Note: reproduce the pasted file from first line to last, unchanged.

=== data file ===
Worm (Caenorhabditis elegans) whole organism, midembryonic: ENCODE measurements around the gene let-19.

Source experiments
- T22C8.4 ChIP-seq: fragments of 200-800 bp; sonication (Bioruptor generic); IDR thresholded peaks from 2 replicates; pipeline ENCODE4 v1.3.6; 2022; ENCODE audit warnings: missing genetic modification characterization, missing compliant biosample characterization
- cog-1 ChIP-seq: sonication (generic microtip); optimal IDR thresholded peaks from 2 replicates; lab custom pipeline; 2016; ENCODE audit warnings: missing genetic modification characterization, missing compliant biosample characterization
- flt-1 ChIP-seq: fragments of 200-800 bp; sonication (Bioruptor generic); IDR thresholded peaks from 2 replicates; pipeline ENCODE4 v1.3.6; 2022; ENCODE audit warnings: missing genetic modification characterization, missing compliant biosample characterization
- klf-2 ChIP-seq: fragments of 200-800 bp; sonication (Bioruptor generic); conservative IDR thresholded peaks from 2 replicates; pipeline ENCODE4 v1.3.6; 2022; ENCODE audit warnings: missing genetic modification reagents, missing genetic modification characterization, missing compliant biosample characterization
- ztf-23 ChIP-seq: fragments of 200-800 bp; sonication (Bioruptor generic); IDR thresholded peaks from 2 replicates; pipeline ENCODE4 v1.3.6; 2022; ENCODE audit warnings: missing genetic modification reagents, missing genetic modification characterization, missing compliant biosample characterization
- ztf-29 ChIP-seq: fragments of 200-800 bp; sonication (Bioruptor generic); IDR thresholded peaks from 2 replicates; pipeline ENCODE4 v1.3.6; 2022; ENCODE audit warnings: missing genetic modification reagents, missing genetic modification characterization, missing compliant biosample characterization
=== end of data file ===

Worm (Caenorhabditis elegans) whole organism, midembryonic: ENCODE measurements around the gene let-19.

Source experiments
- T22C8.4 ChIP-seq: fragments of 200-800 bp; sonication (Bioruptor generic); IDR thresholded peaks from 2 replicates; pipeline ENCODE4 v1.3.6; 2022; ENCODE audit warnings: missing genetic modification characterization, missing compliant biosample characterization
- cog-1 ChIP-seq: sonication (generic microtip); optimal IDR thresholded peaks from 2 replicates; lab custom pipeline; 2016; ENCODE audit warnings: missing genetic modification characterization, missing compliant biosample characterization
- flt-1 ChIP-seq: fragments of 200-800 bp; sonication (Bioruptor generic); IDR thresholded peaks from 2 replicates; pipeline ENCODE4 v1.3.6; 2022; ENCODE audit warnings: missing genetic modification characterization, missing compliant biosample characterization
- klf-2 ChIP-seq: fragments of 200-800 bp; sonication (Bioruptor generic); conservative IDR thresholded peaks from 2 replicates; pipeline ENCODE4 v1.3.6; 2022; ENCODE audit warnings: missing genetic modification reagents, missing genetic modification characterization, missing compliant biosample characterization
- ztf-23 ChIP-seq: fragments of 200-800 bp; sonication (Bioruptor generic); IDR thresholded peaks from 2 replicates; pipeline ENCODE4 v1.3.6; 2022; ENCODE audit warnings: missing genetic modification reagents, missing genetic modification characterization, missing compliant biosample characterization
- ztf-29 ChIP-seq: fragments of 200-800 bp; sonication (Bioruptor generic); IDR thresholded peaks from 2 replicates; pipeline ENCODE4 v1.3.6; 2022; ENCODE audit warnings: missing genetic modification reagents, missing genetic modification characterization, missing compliant biosample characterization